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Packing Heat - Shit Happens

Like a pissed off bear, the ebony mountain of a man prowled back and forth at the front of the store, dreadlocks swinging past his shoulders. His eyes were as bloodshot red as the devil snarling from the front of his yellow muscle shirt. Sleeves of dragon tattoos covered his arms.

In the jittery clasp of his hands was a gun.

“I said everyone on the floor!” he roared, swinging the weapon to Christopher, who was obliviously crashing toy trucks together. “Wallets out! Throw them to me!”

Gail wormed closer to her two-year old son. Had it only been minutes ago that she’d been admiring her ass in those spiffy purple acid-wash jeans while Christopher played on the floor outside the dressing room? The sales clerk’s scream had alerted her just as the robber ordered the dozen customers to lie on the floor.

A heaving mass of boobs and butt, the sales clerk lay next to Gail now, sobbing and begging God for mercy. Gail’s hand closed over Christopher’s arm just as the robber directed his ire at the sales clerk.

“You see God in here?” he demanded. “I’m in charge. Shut up!”

Gail pulled at Christopher’s arm. “Come here, baby,” she whispered.

“Me play!” Christopher protested.

“You want me to shoot him?” the man growled, lurching back in Gail’s direction. Sweat beaded his brow and upper lip.

Desperate, Gail yanked Christopher down. The child toppled, his chin colliding with the wheels of his trucks. His body tensed to wail. She hugged him, hoping to muffle the sound. She felt her son’s gush of breath and tears and then there was a sound like a ketchup bottle expelling its last dregs.

Oh God, the smell of fresh diarrhea made her stomach turn.

“He put a curse on the child!” the sales clerk moaned, wrinkling her nose and rolling away, colliding with another prone customer.

We’re dead now, Gail thought. She peeked at the robber. His crazed eyes were transfixed on the brown stain spreading across the seat of Christopher’s shorts. Gail held her whimpering child, squeezed her eyes shut and waited for the gunshot.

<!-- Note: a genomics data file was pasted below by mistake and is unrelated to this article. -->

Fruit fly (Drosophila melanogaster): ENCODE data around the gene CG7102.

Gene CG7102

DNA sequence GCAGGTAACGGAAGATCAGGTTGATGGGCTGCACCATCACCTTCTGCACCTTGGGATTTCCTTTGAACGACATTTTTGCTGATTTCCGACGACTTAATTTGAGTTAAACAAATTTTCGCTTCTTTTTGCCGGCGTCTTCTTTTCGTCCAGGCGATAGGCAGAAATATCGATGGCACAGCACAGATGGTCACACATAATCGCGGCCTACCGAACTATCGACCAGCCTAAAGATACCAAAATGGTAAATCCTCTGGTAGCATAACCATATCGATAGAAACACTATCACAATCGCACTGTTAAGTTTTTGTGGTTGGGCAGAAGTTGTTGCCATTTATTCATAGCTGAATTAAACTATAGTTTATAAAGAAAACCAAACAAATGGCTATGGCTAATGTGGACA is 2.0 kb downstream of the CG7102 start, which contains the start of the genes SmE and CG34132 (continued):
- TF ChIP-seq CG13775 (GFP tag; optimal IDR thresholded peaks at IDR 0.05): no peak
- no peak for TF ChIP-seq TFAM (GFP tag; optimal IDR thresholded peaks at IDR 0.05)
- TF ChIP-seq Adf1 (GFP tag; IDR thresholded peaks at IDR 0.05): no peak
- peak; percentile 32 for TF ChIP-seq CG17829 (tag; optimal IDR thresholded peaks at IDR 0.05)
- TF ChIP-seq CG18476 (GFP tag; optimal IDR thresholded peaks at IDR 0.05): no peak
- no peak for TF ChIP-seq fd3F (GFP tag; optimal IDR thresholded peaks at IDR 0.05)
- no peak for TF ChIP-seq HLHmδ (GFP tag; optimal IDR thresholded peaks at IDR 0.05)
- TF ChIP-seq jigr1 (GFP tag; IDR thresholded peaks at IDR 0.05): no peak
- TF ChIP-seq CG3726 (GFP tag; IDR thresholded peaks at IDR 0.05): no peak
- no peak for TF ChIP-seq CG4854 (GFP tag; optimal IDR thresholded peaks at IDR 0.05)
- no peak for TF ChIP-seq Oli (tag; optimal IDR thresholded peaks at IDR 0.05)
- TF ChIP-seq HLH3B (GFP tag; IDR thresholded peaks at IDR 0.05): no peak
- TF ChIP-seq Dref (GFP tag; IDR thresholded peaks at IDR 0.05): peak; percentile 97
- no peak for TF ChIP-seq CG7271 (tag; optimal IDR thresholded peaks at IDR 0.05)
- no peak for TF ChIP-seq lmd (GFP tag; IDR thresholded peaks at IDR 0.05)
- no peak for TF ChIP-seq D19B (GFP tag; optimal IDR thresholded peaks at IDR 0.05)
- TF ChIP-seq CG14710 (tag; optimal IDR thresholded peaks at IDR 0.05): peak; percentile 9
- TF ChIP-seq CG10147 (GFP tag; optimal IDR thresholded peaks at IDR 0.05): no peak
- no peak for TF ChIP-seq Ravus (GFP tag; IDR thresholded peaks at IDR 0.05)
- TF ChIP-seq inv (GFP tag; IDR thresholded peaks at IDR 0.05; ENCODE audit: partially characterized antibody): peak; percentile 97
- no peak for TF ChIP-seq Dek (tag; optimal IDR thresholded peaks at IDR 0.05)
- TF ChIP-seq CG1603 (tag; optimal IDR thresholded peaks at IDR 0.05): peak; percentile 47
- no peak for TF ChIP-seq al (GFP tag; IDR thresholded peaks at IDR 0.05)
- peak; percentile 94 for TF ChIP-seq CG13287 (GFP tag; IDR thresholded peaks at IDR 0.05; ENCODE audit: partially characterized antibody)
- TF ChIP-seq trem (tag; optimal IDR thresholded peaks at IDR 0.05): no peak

“Fuck! He shit himself!” the tattooed thief choked. The gun sailed from his hands as he covered his mouth and nose. “What the hell did you feed that child, lady?”
Kicking the surrendered wallets out of his way, he stumbled from the store, vomiting into an open manhole before he fled.

Gingerly, Gail pushed the gun away from Christopher, then frowned and sniffed at the slick black residue on her fingers. “It’s okay, baby,” she soothed, rubbing Christopher’s back. “You saved Mommy’s life, saved all these nice people.” Shaken customers were rising, rummaging wallets from the abandoned pile and making a beeline for the door. “Good thing I fed him curried chicken for breakfast,” she said to the sales clerk who had put a good distance between herself and Christopher. Then, nerves giving out, Gail sat back on her heels and laughed like a loon. “Never mind the gun was made of soap and a coat of black shoe polish.”


(c) Kristy Kassie, 2017


Packing Heat

We live in an age where guns are everywhere, so why not use a gun in a story plot?

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